My colleague Paul Shapiro and I just completed a press conference exposing repugnant treatment of hens at a major egg supplier to Costco—the nation’s second-largest grocery retailer. At the factory farm in question – a notorious egg producer called Hillandale, which was previously implicated in 2010 in the biggest egg recall in American history centered in Iowa — our investigator found heart-wrenching problems, this time at Hillandale’s facilities in Pennsylvania. Our new investigation found:
- Birds confined in cages, packed so tightly they basically lived on top of each other.
- Live birds locked in cages with the mummified corpses of their cage-mates—eating, sleeping, defecating, and laying eggs on top of dead birds.
- Hens’ wings, legs, and necks trapped in the corroded wires of their battery cages – breaking their limbs or choking them.
- Rotting, broken, fly-covered eggs, along with dead birds, littering the facility’s floor.
The eggs from this facility are sold at some Costco stores under the brand name “Nearby Eggs,” in packages depicting a cartoon image of hens roaming free in a pasture outside a picturesque red barn—a visual that couldn’t be further removed from reality.
In other words, Costco is providing shelf space to an operation and associated system of egg production that subjects birds to unacceptable living conditions and is also pulling a fast one on its customers.
While many major egg producers are phasing out barren battery cages and moving toward cage-free housing systems to meet consumer demand, Hillandale is an outlier. This egg factory farm operator has even been working over the last two years to open up a conventional battery cage facility in Ohio and subvert an agreement reached between The HSUS and farm groups that forbids that very thing.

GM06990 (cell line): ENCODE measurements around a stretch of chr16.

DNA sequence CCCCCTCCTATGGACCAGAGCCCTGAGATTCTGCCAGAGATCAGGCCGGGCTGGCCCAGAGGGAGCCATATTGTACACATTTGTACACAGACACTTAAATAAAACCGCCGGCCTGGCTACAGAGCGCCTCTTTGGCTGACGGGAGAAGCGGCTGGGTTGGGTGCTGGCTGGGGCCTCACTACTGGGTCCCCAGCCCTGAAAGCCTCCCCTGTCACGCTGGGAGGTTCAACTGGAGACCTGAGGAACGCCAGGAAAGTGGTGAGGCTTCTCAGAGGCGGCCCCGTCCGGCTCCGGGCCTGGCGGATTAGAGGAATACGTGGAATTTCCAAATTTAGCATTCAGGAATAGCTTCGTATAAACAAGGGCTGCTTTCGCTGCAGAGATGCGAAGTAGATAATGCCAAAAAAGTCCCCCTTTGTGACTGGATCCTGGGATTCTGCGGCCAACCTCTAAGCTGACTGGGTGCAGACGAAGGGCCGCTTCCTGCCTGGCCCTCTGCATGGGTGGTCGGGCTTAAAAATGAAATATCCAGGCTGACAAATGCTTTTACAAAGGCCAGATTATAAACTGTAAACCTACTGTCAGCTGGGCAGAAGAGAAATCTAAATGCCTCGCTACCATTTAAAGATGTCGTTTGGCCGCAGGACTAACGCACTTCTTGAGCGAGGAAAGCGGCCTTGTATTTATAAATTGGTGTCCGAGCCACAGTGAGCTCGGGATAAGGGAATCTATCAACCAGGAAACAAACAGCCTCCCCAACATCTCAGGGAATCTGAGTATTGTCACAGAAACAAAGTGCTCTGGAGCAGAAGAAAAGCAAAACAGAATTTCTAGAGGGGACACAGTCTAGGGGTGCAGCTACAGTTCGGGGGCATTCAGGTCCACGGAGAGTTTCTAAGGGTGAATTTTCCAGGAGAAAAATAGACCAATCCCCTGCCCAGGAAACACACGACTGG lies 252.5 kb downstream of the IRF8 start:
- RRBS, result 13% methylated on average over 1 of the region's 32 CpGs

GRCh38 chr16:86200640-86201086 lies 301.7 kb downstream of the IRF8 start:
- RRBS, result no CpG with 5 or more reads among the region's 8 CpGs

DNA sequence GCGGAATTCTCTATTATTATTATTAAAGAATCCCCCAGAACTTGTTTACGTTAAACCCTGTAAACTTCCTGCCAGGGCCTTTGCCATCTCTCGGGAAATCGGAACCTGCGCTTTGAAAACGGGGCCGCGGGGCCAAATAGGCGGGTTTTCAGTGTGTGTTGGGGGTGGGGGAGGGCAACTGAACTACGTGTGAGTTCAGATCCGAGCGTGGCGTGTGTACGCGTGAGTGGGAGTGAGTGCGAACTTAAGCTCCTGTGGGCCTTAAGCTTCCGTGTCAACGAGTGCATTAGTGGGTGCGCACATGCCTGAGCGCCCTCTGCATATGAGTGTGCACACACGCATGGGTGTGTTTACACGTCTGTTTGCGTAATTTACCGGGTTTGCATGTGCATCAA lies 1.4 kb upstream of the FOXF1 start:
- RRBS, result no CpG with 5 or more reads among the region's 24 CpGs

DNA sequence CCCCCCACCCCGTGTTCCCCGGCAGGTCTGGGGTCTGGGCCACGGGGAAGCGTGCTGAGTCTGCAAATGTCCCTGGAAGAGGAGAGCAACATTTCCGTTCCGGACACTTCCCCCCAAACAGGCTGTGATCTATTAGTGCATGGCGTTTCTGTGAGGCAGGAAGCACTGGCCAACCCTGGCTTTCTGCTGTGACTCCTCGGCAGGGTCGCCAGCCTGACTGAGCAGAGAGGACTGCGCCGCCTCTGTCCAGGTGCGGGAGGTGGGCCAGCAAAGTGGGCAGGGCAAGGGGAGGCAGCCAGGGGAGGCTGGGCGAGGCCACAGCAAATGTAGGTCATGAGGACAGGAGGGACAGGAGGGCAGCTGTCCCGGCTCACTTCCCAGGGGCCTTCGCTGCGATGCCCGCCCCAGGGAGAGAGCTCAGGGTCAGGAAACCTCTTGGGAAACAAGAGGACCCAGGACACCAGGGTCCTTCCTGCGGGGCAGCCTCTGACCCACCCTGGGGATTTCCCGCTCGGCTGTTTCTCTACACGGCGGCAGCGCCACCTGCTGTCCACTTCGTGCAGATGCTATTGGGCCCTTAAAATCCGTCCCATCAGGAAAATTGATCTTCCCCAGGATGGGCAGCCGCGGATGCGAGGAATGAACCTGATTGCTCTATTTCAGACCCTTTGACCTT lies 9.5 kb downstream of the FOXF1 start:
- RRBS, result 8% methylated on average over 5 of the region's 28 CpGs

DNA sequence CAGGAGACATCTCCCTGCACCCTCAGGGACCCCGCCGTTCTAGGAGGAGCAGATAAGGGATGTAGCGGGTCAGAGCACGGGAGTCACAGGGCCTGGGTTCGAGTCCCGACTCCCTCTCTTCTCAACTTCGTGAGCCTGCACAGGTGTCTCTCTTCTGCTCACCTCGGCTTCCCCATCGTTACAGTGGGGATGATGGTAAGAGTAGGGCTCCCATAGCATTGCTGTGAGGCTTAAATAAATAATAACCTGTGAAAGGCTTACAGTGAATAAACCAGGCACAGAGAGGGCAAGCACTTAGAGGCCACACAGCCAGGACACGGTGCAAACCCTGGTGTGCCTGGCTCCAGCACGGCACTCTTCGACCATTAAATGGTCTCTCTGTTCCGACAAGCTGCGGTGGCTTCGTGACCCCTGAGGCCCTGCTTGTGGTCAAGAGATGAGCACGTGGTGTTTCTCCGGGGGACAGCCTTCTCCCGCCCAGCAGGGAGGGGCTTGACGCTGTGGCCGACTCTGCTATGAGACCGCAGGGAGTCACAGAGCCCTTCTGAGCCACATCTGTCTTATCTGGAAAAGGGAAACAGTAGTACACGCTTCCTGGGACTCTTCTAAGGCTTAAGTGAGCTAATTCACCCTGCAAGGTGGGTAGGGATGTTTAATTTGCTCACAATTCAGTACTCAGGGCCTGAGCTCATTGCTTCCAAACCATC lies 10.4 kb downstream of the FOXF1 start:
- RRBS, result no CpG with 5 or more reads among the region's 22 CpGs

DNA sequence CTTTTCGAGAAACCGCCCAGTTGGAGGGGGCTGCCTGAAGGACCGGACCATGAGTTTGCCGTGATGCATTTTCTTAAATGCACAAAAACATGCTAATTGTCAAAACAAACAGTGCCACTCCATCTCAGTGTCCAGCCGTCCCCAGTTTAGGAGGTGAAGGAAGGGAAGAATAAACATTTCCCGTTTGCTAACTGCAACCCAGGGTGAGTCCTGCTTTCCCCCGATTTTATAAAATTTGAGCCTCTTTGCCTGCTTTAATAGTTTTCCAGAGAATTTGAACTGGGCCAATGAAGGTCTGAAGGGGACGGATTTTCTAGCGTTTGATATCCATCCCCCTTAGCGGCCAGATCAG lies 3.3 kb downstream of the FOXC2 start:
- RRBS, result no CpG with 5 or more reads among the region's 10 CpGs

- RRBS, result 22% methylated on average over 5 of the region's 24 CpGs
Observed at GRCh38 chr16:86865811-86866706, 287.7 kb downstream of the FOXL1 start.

Most important to this controversy is that Costco, in 2007, publicly indicated its commitment to a goal of selling cage-free eggs only. We understand that companies need time to make major changes, but it’s been nearly a decade and Costco still doesn’t even have a timeline for accomplishing that transition. Many other major companies have announced and implemented similar plans. Just last month, Walmart announced its commitment to the Five Freedoms of Animal Welfare and I am sure that no reasonable observer would expect that company to wait nearly a decade to act on its statement of principles.
Hens in battery cages live pitiful lives of constant deprivation, packed together so tightly they can barely ever move. They live in the darkness, with no comforts, and all they know is suffering and little else. Costco can do better. It has already set animal welfare baselines for pigs (no gestation crates) and calves (no veal crates), and can and should do the same for laying hens, just as it pledged eight years ago.
Take action now – call Costco and urge them to stop selling eggs from caged hens. Good intentions matter, but they must be given life, and in this case, stocked on the shelf.
Watch video footage of the investigation: